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The Slow Apple TV Invasion

Apple’s hobby, the Apple TV, made an inauspicious debut back in 2007. At first, it was mostly a way to store your digital content from iTunes on a built-in hard drive, and play that content on your TV. To Apple, the new gadget was little more than a hobby. The first version, closely resembling the Mac mini of that timeframe, contained a 40GB hard drive with which to store you content; a 160GB version arrived two months later.

But, as I said, most people probably didn’t notice. Things began to change in September 2010, when a new, cheaper version was announced. Sporting a tiny black case with curved edges, the new Apple TV was about one-fourth the size of the original, and, at $99, a third of the price. More to the point, this was a clear harbinger to the future, since it used internals that were reminiscent of an iPhone, not to mention running a special version of iOS.

The new Apple TV wasn’t designed to store much data. There was 8GB onboard flash storage to provide a decent buffer for streaming content, but there was no way to actually store that content. Apple also provided a smattering of content services in addition to iTunes, including Netflix. With the introduction of AirPlay, you could use an Apple TV to stream content from your IOS device or Mac to your TV. This was yet another way to transition you to Apple’s expansive ecosystem.

Today’s Apple TV isn’t altogether different. It has a more powerful processor, with support for 1080p video. Apple continues to regard it as a hobby, but Tim Cook nonetheless recently admitted that the company has a “grand vision” to conquer your living room. Meantime, sales are increasing. Of 13 million, according to Cook, half were tallied in the past year.

The conventional wisdom had it that Apple planned to eventually deliver a connected TV of some sort, and some even use the iTV designation, although that trademark is identified with a British TV network. It’s not as if the present iTV would be willing to surrender that name, even if Apple waves a huge paycheck in front of them. So maybe it’ll be a variation on the Apple TV theme.

Another possibility is that Apple is going to revolutionize your TV experience with a souped up version of the set top box. But it may also be possible for Apple to take a stealthy approach, and gradually make the Apple TV an indispensable companion without changing the hardware.

How so? Well, with content mostly. The offerings have expanded over time. In addition to sports networks, you have Hulu Plus, a service that focuses mostly on TV network fare. Just recently, Apple added HBO Go, which allows you to watch your favorite HBO movies and TV shows, such as “Game of Thrones,” “True Blood, and “The Newsroom.” All right, I’m sold.

Now at first, some cable and satellite customers were unable to use their accounts with HBO Go, but that’s being remedied as we speak. I’m already able to login with my DirecTV account.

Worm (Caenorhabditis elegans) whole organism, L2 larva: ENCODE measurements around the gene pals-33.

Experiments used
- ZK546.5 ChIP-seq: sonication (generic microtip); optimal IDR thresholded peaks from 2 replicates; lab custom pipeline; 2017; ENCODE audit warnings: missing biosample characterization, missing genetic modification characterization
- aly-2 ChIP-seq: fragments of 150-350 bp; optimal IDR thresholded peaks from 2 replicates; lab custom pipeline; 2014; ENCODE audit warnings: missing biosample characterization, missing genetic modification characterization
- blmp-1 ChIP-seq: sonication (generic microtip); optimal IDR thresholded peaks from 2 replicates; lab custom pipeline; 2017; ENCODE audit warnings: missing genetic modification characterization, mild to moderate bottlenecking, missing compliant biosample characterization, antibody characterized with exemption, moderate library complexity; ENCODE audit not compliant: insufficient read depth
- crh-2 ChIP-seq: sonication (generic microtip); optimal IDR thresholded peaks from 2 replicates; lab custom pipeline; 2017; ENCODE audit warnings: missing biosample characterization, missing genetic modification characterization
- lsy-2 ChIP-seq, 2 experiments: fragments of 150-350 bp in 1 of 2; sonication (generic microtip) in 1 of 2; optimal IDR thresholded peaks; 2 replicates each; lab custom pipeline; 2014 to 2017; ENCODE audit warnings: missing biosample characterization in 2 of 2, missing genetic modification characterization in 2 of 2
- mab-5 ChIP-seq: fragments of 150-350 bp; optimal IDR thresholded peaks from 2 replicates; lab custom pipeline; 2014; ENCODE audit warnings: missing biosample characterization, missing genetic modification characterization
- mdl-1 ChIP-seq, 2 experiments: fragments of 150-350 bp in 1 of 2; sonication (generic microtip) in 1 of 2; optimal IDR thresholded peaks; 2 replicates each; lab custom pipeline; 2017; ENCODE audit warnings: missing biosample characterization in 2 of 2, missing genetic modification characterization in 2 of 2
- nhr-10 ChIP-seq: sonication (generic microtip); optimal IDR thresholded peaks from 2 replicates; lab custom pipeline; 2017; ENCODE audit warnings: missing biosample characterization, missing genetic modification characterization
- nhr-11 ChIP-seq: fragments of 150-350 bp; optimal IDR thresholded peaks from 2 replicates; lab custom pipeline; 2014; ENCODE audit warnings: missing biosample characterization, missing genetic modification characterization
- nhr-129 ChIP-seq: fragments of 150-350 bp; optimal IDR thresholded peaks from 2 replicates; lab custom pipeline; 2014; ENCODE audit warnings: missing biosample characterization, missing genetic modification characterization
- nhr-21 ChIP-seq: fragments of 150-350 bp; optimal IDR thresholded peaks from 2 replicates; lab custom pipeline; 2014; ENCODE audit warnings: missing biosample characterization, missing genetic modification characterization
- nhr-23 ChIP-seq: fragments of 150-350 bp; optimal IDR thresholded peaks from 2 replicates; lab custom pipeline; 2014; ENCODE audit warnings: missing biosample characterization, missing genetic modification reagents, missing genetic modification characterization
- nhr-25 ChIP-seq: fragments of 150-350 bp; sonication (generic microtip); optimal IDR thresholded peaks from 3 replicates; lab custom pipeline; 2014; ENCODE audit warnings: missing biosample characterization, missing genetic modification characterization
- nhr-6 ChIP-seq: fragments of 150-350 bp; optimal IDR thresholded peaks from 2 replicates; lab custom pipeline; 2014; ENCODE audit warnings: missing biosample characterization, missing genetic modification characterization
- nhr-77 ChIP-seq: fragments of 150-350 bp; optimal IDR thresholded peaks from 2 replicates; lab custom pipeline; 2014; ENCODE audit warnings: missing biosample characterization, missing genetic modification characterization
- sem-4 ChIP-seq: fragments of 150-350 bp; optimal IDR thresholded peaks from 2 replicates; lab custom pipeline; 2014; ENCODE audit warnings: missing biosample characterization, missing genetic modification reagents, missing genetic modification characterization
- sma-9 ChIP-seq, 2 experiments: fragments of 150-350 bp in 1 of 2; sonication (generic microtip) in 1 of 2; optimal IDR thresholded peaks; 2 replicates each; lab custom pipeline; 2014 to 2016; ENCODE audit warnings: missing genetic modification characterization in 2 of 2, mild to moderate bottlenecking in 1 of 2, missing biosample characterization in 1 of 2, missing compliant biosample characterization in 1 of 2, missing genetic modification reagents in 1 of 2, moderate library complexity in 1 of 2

Coming later this year is the CW network, owned by CBS and Time Warner, which caters in programming for a somewhat younger demographic, and features such fare as the action drama “Arrow,” based on the “Green Arrow” DC comic book, and “The Vampire Diaries.”

There’s also a published report that Apple is in heavy negotiations with Time Warner Cable to bring their content to the Apple TV. If that happens, you can bet that other cable and satellite providers will be rushing to get with the program. What this means is that customers of Time Warner and other services may be able to dispense with their clumsy set top boxes and watch their shows via Apple’s elegant interface. Maybe. That depends on how the content delivery services handle time shifting.

Right now, most services simply use a DVR, with a big hard drive, to store the shows you want to record. Since Apple TV only offers a buffer for streaming, is there another solution? Sure, the cloud. The content services could simply stream the content you’ve selected for recording direct from their networks via an on-demand scheme. But that solution may be troublesome if it counts against your ISP’s bandwidth cap. But if you already subscribe to the broadband provider that delivers your TV service, it won’t be a problem. If you don’t, or use a satellite provider, you might have a problem if you’re a voracious TV watcher.

Now I suppose one possible workaround would be to design an Apple TV with a coax port that would hook up direct to your cable or satellite provider. You’d retrieve content same as you do now with your DVR, direct from the provider’s own network. But that solution would require replacing your Apple TV, unless Apple could provide some sort of interface adapter that taps your cable or satellite connection directly when you’re using their app. An updated Apple TV would allow for a direct hookup.

Possible? I suppose. Meantime, if the story about adding Time Warner to the Apple TV is accurate, you may wake up one day and find out that Apple’s TV revolution is already here. Only you didn’t notice.